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Journal of Environmental Quality

Nicholson N Jeke, Francis Zvomuya, Nazim Cicek, Lisette Ross, Pascal Badiou
Spreading biosolids on farmland can be an effective and beneficial option for managing end-of-life municipal lagoons. Where the spreading of biosolids on farmland is restricted or unavailable, in situ phytoremediation could be a sustainable alternative. This study examined nitrogen (N) and phosphorus (P) phytoextraction by cattail ( spp.) from biosolids in a wetland constructed within a lagoon cell previously used for primary treatment of municipal wastewater. The effect of harvesting season as well as harvest frequency on N and P removal were evaluated...
January 2019: Journal of Environmental Quality
Joshua T Padilla, H Magdi Selim
The purpose of this study was to determine the effect of PO on the sorption and transport of glyphosate [-(phosphonomethyl) glycine, GPS] in soils. The results of batch experiments indicated significant competition between PO and GPS in two different soils, with PO being preferentially sorbed. The 24-h Freundlich partitioning coefficients for GPS sorption were decreased by 50 to 60% with PO in solution. High sorptive capacities exhibited by soils in the presence of PO suggest the existence of both competitive and ion specific sites in either soil...
January 2019: Journal of Environmental Quality
Conrad E Brendel, Michelle L Soupir, Leigh Ann M Long, Matthew J Helmers, Charles D Ikenberry, Amy L Kaleita
The site-specific nature of P fate and transport in drained areas exemplifies the need for additional data to guide implementation of conservation practices at the catchment scale. Total P (TP), dissolved reactive P (DRP), and total suspended solids (TSS) were monitored at five sites-two streams, two tile outlets, and a grassed waterway-in three agricultural subwatersheds (221.2-822.5 ha) draining to Black Hawk Lake in western Iowa. Median TP concentrations ranged from 0.034 to 1.490 and 0.008 to 0.055 mg P L for event and baseflow samples, respectively...
January 2019: Journal of Environmental Quality
Michael S Massey
Phosphorus recovery from wastewater as struvite (MgNHPO⋅6HO) or dittmarite (MgNHPO⋅HO) can decrease water pollution risk, as well as produce a P-rich material suitable as fertilizer. However, most studies to date have focused on the removal of P from wastewater, rather than on characterization of the recovered P materials. The objective of this work was to apply microfocused X-ray fluorescence (XRF) spectroscopy, and both bulk and microfused X-ray absorption near edge structure (XANES) spectroscopy, to provide insight into the speciation of recovered P in various struvite-containing and struvite-like materials...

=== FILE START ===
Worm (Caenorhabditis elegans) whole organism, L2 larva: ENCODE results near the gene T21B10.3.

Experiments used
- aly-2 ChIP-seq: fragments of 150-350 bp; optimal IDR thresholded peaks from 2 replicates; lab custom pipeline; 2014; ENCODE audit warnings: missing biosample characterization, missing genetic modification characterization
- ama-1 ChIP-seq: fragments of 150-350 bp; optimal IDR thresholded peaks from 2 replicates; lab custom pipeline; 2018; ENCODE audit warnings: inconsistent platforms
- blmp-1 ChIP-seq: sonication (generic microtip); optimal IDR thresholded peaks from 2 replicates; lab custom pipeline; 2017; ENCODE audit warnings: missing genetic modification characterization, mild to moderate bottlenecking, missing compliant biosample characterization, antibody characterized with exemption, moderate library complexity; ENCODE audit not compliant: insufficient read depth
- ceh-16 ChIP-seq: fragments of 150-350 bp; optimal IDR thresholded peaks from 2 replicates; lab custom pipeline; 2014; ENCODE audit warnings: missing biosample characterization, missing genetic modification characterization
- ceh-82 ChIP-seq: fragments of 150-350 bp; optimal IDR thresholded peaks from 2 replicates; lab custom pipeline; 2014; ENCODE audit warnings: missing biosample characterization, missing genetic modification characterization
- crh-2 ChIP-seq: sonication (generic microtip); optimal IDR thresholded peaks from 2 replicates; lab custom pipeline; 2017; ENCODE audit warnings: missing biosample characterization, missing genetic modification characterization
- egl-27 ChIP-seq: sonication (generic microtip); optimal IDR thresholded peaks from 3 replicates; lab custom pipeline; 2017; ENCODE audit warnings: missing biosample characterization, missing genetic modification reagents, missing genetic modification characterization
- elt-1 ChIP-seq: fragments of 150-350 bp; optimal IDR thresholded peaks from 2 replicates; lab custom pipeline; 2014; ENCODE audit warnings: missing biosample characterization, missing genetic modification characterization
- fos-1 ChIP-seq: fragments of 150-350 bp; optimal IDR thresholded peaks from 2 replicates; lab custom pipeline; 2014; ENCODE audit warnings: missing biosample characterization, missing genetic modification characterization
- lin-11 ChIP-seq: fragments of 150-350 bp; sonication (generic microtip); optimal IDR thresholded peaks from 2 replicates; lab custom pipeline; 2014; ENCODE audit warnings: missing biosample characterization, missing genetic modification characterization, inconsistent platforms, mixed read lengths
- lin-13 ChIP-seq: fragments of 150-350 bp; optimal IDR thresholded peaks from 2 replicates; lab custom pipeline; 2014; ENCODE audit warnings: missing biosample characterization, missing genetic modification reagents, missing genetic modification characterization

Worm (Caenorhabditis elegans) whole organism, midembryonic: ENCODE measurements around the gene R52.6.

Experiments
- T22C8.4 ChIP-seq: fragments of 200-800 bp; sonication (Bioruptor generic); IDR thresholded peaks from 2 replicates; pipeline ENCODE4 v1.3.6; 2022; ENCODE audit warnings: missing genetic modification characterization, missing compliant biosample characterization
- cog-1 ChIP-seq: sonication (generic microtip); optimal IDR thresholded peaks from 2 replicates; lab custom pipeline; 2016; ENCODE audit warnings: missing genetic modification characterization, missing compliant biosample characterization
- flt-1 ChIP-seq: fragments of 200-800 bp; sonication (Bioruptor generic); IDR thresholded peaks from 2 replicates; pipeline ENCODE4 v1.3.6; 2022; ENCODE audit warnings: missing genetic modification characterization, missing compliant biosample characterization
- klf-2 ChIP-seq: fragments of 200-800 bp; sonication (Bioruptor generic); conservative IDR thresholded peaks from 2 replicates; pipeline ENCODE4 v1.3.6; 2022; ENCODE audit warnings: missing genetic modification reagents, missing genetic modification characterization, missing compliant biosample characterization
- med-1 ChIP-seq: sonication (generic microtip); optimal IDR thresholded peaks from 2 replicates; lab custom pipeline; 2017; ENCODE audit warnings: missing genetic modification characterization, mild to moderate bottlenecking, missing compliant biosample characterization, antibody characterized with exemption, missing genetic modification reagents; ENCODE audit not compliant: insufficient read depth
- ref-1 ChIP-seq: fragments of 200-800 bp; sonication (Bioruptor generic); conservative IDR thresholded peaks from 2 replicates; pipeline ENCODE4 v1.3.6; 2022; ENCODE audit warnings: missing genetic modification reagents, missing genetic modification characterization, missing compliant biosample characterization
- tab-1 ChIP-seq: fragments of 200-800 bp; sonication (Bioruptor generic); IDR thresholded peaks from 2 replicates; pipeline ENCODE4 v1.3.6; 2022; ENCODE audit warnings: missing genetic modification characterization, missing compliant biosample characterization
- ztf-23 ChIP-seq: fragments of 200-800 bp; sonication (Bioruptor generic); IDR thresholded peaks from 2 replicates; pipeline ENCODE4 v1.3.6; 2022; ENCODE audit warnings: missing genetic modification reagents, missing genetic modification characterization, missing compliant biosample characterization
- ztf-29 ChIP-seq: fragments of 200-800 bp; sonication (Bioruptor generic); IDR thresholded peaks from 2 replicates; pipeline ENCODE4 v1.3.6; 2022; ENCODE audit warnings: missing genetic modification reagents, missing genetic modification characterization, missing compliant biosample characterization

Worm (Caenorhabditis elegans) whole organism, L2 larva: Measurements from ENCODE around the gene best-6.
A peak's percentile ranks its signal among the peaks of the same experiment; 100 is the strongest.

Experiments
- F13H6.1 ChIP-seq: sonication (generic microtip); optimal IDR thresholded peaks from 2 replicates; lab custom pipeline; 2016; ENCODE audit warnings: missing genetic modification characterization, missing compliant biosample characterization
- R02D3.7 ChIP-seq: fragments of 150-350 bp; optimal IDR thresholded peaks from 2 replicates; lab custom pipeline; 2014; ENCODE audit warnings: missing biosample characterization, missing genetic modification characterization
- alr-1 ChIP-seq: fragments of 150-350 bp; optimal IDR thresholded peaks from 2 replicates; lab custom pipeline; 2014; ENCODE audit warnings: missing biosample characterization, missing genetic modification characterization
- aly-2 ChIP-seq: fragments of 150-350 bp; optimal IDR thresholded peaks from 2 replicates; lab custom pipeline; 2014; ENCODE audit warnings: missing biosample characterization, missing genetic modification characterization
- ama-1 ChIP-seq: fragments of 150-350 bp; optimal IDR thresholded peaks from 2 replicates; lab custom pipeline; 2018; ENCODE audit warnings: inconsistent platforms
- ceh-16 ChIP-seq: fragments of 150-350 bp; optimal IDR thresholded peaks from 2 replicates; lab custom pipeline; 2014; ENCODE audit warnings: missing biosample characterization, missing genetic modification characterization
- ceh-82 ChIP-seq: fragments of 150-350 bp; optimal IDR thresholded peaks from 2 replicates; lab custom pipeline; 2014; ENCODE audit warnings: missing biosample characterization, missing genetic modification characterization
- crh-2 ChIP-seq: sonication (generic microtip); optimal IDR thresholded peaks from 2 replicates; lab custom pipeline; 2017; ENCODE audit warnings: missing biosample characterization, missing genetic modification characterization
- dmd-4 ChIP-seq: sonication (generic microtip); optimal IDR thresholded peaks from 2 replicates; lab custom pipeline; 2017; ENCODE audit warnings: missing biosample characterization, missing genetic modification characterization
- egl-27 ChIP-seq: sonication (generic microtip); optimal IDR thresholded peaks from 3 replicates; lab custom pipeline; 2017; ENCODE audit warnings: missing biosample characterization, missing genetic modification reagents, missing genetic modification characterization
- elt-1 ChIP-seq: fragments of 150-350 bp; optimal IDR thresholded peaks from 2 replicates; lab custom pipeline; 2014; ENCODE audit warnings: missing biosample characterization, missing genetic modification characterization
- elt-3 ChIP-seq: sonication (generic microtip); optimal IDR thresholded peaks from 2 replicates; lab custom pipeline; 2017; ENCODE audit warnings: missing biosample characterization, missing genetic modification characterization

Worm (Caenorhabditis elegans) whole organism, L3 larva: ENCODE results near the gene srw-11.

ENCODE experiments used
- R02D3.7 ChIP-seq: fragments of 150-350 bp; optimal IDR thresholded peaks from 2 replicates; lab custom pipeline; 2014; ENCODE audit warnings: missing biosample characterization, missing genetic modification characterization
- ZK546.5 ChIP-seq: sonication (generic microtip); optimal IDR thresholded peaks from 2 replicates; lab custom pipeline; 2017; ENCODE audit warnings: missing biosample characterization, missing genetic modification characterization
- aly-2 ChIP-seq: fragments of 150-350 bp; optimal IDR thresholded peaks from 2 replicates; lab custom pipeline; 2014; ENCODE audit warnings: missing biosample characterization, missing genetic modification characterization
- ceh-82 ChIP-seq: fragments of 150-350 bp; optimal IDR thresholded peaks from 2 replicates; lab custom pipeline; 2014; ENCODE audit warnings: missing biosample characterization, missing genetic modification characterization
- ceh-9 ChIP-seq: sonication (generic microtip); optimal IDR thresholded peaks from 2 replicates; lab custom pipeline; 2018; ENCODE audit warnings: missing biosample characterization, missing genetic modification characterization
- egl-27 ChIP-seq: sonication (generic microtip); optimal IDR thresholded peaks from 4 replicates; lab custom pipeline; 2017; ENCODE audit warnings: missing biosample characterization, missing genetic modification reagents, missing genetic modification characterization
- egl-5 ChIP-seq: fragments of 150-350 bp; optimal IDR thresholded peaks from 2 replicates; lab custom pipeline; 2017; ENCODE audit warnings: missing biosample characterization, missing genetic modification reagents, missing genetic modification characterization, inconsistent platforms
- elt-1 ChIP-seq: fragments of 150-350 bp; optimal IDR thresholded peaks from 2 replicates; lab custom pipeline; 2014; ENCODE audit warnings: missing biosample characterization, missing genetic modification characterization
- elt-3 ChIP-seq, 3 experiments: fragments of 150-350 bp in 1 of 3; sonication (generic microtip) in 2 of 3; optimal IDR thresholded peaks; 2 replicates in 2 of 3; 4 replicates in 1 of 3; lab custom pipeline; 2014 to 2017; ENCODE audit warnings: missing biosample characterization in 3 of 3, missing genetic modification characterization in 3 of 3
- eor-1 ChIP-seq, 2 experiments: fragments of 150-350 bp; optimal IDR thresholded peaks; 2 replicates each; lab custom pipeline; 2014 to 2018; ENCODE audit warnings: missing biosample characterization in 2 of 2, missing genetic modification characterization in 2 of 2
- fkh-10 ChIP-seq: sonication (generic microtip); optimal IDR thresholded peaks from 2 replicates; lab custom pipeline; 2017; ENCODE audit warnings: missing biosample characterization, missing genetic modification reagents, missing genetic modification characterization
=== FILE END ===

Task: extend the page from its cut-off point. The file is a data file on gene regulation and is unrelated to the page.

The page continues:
January 2019: Journal of Environmental Quality
Le Hou, Xinju Li, Fang Li
Coal mining has environmental impacts on surrounding areas, including heavy metal contamination of soil. This study explores the feasibility of using hyperspectral remote sensing to determine the heavy metal (Cr, Ni, Cu, Zn, Cd, Pb) content of soils in a coal-mining area in the city of Zoucheng, Shandong Province, China. We used a plasma mass spectrometer to measure the heavy metal contents of soils and an ASD Field Spec4 spectrometer to measure soil hyperspectral data. Savitzky-Golay (SG) convolution smoothing and multiplicative scatter correction (MSC) were applied to the data, along with multiple mathematical transformations...
January 2019: Journal of Environmental Quality
Tomas Della Chiesa, Gervasio Piñeiro, Laura Yahdjian
Agricultural soils are the largest single source of NO emissions globally. However, soils left uncultivated would still release NO. Distinguishing anthropogenic from natural emissions (i.e., background emissions) in crops is important if we want to assess the net effect of human activity. This study aimed to characterize NO emissions from croplands and unmanaged grasslands to estimate the net anthropogenic emissions and to gain a better insight into their main drivers. We established a replicated manipulative field experiment in the Pampas Region of Argentina to quantify soil NO emissions from corn ( L...
January 2019: Journal of Environmental Quality
Vanesa L Perillo, Donald S Ross, Beverley C Wemple, Courtney Balling, Liza E Lemieux
Watershed land use affects nutrient and sediment export, particularly through streambank erosion, which can add to P export and contribute to eutrophication in downstream waterbodies. We characterized P of soils from four different land uses (32 sites) along streams in the Missisquoi River basin (Vermont, USA)-silage corn ( L.), hay meadow, emergent wetlands, and forest-and their corresponding streambanks. We measured total P (TP), pH 4.8 NH-acetate P, degree of P saturation (DPS), and soluble P. The latter three measurements were used as predictors of potential P bioavailability...